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North Korea summit to test Trump’s deal-making abilities, U.S. yield curve flattest since 2007, and populism raises its head in Europe. Here are some of the things people in markets are talking about today.
President Donald Trump’s tenure thus far has seen him walk away from international agreements, while showing little acumen for putting new ones together. However, the summit with North Korean leader Kim Jong Un, confirmed for June 12 in Singapore, gives the president the opportunity to show he can make the kind of deal that has eluded U.S. administrations for decades. United Nations Secretary-General Antonio Guterres said that the tough sanctions regime means he is optimistic a deal can be reached. On the domestic front, Trump will announce his plan to bring down drug prices in a speech later today.
Shhh, the bond market is trying to tell us something. The Treasury yield curve from 5 to 30 years flattened to the lowest level since August 2007 yesterday following the weaker-than-expected inflation print. With some analysts expecting the gap between short- and long-dated maturities to further diminish, investors and Fed officials will be on guard for signs the yield curve is inverting, a development that has historically preceded recessions. And bond bulls, take notice: hedge funds are showing no signs of backing down in their bets against U.S. Treasuries.
Failure to agree a broad governing coalition in Italy means that anti-establishment Five Star Movement and the the anti-immigrant League are now set to form Italy’s next government. The two parties, with very different policy goals in key areas, have until Monday to agree a program for government and select a prime minister. While bond markets have reacted relatively calmly so far, that may have more to do with the European Central Bank’s continuing asset-purchase plan than confidence in the potential new administration. Perhaps ironically, European Commission President Jean Claude Juncker and ECB President Mario Draghi speak today at a “State of the Union” conference in Florence, Italy.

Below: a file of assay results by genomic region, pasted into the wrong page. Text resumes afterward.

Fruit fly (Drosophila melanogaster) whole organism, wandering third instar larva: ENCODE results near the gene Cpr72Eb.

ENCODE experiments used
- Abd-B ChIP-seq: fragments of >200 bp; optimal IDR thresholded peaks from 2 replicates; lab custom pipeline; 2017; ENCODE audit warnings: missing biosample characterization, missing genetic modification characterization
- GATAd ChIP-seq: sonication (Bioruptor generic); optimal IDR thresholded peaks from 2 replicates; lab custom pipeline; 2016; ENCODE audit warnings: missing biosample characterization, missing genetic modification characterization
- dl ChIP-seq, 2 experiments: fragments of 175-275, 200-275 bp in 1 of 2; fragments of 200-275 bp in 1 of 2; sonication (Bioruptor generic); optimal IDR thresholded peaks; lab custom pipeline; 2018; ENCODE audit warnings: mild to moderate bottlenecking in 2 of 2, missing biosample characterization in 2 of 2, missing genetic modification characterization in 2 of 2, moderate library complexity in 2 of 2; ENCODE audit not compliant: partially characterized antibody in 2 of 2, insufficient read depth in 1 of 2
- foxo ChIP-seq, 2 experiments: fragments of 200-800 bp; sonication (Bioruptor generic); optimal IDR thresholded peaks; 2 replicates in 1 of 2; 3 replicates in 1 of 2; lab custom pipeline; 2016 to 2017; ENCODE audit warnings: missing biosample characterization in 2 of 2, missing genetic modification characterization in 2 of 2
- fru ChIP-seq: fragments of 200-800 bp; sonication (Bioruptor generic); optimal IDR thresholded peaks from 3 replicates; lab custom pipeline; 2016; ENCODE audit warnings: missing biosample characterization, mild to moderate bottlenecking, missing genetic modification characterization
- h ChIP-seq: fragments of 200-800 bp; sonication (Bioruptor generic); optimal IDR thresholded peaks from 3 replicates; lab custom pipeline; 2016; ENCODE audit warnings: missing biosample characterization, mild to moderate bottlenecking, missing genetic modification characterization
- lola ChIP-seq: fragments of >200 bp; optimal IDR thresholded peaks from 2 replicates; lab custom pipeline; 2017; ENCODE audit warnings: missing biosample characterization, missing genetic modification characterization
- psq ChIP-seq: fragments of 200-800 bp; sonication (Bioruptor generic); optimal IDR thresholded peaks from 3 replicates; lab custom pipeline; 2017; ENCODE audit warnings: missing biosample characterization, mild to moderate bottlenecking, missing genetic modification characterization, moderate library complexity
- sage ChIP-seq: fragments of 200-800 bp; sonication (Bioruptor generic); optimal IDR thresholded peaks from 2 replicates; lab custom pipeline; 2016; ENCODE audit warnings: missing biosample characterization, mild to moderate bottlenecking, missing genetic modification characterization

Overnight, the MSCI Asia Pacific Index climbed 1 percent while Japan’s Topix index closed 1 percent higher as markets were boosted by expectations for a slower path of Fed tightening in the wake of the weak U.S. inflation print. In Europe, the Stoxx 600 Index was 0.1 percent lower at 5:45 a.m. Eastern Time as investors keep their eye on developments in Italy. S&P 500 futures pointed to a gain at the open, the 10-year Treasury yield was at 2.953 percent and gold was higher.
A busy week for crude traders took something of an unusual turn when OPEC-member Iran accused the U.S. of driving up oil prices. While there is an obvious geopolitical backdrop to the comments issued by the oil minister from the Islamic Republic, they also point to further difficulties in maintaining the current OPEC deal to curtail output. In the market this morning, a barrel of West Texas Intermediate for June delivery was at $71.47, with investors keeping an eye on the Baker Hughes rig count due at 1:00 p.m. to gauge how U.S. shale production is reacting to the higher prices.
What we've been reading
This is what's caught our eye over the last 24 hours
- The long Europe stock volatility trade is going to need patience.
- Shorting China stocks from New York could get easier.
- Is the long bull market tired out?
- Putin wants to break with the dollar but dumps the euro instead.
- Oil at $100 is possible next year, Bank of America says.
- Space desperately needs a traffic cop.
- Cloaking device.
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